If the objects being copied from containing the same properties, then the properties from the last objects replace the properties of the previous ones:

const tom = { name: "Tom", age: 37};
const sam = { age: 45};
const person = { height: 170};
Object.assign(person, tom, sam);
console.log(person);    // {height: 170, name: "Tom", age: 45}

Here, both objects, tom, and sam, contain a property age, but in the person object, the age property is 45, the value from the sam object, because the sam object is copied last.

Copying object properties

While this Object.assign() works great for simple objects, what happens if the property of the copied object also represents the object:

const tom = { name: "Tom", company: {title: "Microsoft"}};
const bob = Object.assign({}, tom); = "Bob"; = "Google";
console.log(;      // Tom
console.log(;     // Google

Here, a company objects property represents an object with a single property. And when copying the bob object, it will not receive a copy of the value, but a reference to this object. Therefore, the changes will affect and

Copying an object using the spread operator

The spread operator … allows you to spread an object into different pairs property-value that can be passed to another object.

const tom = { name: "Tom", age: 37, company: "Google"};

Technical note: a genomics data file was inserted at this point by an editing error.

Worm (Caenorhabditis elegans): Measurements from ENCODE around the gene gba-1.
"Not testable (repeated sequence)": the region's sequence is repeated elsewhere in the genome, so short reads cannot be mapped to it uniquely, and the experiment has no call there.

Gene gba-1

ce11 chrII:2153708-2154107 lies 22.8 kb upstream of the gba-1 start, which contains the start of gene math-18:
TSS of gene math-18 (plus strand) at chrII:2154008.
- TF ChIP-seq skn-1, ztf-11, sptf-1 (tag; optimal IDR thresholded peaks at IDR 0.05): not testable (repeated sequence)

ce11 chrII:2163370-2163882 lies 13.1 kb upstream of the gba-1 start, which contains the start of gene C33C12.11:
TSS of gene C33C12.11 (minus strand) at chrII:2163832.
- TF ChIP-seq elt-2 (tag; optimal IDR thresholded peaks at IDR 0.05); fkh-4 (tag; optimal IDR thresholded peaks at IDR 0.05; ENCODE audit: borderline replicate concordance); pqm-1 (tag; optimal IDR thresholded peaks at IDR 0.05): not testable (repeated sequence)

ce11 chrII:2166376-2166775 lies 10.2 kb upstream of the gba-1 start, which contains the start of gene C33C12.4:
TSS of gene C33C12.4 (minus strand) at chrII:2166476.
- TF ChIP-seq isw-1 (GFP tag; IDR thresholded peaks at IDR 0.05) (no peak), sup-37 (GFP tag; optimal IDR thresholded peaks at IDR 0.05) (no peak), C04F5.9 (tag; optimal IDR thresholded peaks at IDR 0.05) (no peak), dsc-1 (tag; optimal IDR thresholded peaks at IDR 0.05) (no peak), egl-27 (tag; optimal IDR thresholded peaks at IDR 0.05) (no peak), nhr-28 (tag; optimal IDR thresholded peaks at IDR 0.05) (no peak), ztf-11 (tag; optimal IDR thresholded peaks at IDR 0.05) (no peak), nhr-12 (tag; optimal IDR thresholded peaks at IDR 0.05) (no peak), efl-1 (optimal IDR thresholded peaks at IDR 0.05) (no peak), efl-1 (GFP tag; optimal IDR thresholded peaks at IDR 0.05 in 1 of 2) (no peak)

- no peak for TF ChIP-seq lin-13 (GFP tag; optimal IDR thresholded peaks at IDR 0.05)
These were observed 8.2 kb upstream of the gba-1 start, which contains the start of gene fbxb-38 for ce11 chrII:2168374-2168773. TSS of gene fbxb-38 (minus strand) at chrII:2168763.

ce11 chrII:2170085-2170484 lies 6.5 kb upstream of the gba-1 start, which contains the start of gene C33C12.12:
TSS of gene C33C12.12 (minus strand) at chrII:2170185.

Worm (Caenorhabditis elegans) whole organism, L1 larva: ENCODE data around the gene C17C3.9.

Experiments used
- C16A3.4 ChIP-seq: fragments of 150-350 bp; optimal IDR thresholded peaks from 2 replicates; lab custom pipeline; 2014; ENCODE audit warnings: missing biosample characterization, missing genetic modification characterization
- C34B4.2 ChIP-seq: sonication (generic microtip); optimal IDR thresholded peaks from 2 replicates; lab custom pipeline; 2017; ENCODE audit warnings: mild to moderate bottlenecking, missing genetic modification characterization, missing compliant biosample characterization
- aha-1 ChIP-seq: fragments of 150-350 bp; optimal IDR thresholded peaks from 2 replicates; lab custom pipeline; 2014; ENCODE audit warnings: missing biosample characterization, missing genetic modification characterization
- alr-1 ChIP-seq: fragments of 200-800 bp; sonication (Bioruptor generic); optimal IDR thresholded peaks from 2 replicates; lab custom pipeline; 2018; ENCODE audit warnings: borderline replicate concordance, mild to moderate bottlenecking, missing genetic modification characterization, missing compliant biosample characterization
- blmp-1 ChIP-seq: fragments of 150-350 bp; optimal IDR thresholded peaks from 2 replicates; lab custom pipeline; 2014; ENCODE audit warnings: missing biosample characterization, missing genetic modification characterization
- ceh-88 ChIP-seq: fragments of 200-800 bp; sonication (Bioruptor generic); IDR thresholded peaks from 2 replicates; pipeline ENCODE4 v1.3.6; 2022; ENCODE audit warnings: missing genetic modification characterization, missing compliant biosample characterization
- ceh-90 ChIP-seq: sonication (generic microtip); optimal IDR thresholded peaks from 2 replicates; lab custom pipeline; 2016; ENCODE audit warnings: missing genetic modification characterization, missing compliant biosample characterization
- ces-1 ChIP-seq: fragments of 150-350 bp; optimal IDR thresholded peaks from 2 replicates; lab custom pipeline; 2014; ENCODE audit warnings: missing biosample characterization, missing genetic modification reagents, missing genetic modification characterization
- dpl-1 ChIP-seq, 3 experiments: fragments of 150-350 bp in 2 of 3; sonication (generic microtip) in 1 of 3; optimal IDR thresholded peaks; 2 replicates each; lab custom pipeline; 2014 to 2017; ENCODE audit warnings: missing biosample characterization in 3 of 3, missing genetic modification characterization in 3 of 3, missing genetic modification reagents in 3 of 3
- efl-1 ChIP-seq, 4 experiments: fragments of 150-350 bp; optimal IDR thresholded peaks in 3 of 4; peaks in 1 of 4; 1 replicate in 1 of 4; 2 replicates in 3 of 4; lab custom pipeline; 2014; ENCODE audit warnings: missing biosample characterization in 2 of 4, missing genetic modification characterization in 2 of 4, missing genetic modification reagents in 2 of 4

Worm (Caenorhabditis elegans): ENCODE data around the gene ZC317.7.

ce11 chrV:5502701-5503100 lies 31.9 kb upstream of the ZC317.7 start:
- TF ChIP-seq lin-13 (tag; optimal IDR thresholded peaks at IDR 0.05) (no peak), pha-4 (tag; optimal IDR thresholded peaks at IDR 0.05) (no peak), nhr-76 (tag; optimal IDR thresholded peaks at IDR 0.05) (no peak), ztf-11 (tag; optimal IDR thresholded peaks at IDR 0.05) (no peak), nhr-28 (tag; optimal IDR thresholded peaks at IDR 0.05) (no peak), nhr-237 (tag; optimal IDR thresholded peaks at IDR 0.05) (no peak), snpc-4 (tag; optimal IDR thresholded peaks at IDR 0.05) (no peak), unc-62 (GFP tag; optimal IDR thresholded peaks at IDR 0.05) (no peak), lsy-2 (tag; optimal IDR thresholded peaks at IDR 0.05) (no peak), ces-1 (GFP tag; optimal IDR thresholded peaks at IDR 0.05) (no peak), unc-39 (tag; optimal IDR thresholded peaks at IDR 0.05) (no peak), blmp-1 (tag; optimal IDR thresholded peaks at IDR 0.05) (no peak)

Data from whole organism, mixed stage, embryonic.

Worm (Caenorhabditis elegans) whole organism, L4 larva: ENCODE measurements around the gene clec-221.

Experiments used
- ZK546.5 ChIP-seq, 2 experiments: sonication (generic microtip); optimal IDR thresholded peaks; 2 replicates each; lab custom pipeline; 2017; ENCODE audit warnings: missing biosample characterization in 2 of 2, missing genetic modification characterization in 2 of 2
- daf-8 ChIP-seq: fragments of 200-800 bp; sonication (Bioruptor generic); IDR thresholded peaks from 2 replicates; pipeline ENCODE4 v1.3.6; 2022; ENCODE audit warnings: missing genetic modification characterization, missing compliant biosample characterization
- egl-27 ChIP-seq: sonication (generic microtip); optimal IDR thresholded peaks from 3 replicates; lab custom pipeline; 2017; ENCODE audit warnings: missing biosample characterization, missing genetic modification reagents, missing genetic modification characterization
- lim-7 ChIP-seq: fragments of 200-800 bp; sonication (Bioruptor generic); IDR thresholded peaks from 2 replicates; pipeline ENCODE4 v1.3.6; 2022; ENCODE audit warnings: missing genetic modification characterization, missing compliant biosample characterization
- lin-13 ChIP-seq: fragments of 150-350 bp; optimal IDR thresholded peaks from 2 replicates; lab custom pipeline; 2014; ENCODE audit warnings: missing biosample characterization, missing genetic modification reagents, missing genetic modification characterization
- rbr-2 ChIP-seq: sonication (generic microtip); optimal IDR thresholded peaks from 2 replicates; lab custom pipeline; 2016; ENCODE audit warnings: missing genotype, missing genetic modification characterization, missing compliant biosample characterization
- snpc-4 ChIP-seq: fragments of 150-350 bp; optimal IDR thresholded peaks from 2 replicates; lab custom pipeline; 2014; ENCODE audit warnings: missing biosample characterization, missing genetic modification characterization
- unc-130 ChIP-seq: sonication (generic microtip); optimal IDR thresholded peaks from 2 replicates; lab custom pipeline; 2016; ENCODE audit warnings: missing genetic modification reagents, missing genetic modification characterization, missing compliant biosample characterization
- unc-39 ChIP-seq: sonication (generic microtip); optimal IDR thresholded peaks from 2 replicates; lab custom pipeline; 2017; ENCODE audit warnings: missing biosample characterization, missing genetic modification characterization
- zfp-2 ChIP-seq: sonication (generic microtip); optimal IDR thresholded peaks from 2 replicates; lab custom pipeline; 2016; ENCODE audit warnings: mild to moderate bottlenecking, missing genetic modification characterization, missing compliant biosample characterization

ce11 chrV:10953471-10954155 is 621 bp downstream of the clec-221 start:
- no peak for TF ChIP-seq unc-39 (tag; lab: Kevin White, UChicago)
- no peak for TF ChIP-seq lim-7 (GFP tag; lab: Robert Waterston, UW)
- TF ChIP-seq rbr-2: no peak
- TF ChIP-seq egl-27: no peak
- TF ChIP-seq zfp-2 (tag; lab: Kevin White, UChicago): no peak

const bob = {...tom} = "Bob";
console.log(tom);   // {name: "Tom", age: 37, company: "Google"}
console.log(bob);   // {name: "Bob", age: 37, company: "Google"}

In this case, bob, copies of the properties of the tom object are passed to the object.

If some properties of the new object should have other values (as in the example above, the name property), then they can be specified at the end:

const tom = { name: "Tom", age: 37, company: "Google"};
const bob = {...tom, name: "Bob"};
console.log(bob);   // {name: "Bob", age: 37, company: "Google"}

As you can see from the previous example, both constants after copying represent references to different objects, and changing one of them will not affect the other object in any way.

However, if the objects contain nested objects, then these nested objects, when copied, will again essentially represent references to the same object:

const tom = { name: "Tom", age: 37, Company: {title: "Microsoft"}};
const bob = {...tom}"Bob"; = "Google";

console.log(`${} - ${}`); // Tom - Google
console.log(`${} - ${}`); // Bob - Google

Object Comparison

Let’s compare two objects using standard comparison and equivalence operations:

const tom = {name: "Tom"};
const bob = {name: "Bob"};
console log(tom == bob); // false
console log(tom === bob); // false

Both operators in this case will return the value false, that is, the objects are not equal. Moreover, even if the values ​​of the properties of the objects are the same, then in both cases we will still get false

const tom = {name: "Tom"};
const bob = {name: "Tom"};
console log(tom == bob); // false
console log(tom === bob); // false

However, what happens if both constants (variables) store a reference to the same object:

const tom = {name: "Tom"};
const bob = tom;
console log(tom == bob); // true
console log(tom === bob); // true

In this case, in both cases, we will get true, since the values ​​of both constants are equal since in fact, this is the same value.